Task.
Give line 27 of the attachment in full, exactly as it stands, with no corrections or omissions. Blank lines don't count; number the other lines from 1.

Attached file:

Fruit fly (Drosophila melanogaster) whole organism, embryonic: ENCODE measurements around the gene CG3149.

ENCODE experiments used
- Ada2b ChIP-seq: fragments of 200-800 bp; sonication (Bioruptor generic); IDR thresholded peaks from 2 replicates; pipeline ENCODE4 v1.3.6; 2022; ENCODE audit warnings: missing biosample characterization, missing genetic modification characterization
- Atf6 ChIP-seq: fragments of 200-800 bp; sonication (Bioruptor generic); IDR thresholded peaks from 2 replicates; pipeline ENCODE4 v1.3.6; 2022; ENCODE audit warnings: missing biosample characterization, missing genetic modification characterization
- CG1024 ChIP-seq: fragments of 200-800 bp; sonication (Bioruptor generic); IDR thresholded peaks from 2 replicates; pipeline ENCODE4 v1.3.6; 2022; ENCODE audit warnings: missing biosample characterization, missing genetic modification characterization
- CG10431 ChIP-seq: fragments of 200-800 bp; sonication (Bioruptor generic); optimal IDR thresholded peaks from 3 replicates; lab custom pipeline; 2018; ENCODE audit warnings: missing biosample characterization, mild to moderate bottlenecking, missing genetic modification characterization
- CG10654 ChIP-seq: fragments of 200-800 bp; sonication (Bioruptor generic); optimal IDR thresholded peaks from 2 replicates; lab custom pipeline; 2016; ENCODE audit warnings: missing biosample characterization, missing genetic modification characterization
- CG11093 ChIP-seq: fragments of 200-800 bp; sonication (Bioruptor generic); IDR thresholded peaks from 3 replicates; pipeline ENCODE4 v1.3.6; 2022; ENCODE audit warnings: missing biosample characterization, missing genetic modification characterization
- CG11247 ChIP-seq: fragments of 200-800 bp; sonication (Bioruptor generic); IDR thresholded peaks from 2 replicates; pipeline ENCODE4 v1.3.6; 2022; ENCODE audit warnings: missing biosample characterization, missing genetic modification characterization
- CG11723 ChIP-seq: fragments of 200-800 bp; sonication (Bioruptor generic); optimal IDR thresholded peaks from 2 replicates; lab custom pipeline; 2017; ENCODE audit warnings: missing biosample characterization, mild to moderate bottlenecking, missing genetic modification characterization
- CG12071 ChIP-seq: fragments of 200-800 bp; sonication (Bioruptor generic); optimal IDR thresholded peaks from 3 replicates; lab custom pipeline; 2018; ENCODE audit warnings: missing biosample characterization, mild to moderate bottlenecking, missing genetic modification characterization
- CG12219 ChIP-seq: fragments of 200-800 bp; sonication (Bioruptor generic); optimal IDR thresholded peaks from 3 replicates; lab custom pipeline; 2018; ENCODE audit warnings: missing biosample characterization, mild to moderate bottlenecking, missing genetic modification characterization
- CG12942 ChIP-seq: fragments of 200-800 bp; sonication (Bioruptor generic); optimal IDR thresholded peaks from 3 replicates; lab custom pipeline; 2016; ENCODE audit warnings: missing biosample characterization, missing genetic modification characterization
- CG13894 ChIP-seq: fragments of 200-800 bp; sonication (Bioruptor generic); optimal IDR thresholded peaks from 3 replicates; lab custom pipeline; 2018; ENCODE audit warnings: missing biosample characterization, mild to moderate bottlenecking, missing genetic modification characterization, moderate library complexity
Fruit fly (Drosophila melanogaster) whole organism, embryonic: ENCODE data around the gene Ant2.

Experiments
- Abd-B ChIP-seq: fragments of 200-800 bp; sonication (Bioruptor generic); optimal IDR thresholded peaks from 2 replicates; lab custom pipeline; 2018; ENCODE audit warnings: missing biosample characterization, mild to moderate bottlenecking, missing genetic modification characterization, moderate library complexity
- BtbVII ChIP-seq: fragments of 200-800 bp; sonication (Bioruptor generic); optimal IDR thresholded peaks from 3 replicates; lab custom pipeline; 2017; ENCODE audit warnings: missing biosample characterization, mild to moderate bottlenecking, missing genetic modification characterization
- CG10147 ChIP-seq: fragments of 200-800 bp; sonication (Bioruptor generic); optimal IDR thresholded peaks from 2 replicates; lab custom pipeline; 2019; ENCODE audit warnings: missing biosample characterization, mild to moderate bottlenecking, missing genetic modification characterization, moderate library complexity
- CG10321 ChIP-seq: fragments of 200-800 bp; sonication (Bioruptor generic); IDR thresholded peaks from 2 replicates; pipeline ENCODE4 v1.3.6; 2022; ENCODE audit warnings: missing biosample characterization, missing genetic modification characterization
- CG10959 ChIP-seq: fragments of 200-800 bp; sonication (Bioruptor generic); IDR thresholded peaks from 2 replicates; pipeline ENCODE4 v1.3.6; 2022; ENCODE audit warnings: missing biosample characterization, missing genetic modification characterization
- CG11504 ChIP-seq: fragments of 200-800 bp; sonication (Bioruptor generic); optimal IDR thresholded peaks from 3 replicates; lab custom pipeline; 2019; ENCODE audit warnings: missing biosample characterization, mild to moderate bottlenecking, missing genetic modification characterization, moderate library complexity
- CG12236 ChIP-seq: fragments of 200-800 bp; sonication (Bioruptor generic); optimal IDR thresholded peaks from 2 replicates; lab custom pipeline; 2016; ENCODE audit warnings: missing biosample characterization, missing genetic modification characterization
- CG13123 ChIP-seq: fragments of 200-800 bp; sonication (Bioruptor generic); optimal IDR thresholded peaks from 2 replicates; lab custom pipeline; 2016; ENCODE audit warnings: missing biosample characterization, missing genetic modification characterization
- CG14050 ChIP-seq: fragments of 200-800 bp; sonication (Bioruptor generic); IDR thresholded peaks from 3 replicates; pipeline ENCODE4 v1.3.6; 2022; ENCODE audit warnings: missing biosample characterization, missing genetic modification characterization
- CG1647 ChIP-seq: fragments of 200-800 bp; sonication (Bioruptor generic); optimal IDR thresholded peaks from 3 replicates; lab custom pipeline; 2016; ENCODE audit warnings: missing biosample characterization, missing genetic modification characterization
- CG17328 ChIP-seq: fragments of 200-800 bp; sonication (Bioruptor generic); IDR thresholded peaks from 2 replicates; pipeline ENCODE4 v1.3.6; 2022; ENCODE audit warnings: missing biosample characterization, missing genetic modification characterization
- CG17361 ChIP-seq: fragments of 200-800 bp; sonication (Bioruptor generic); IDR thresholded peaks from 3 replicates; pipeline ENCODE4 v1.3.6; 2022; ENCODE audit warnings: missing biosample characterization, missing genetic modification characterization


- CG17328 ChIP-seq: fragments of 200-800 bp; sonication (Bioruptor generic); IDR thresholded peaks from 2 replicates; pipeline ENCODE4 v1.3.6; 2022; ENCODE audit warnings: missing biosample characterization, missing genetic modification characterization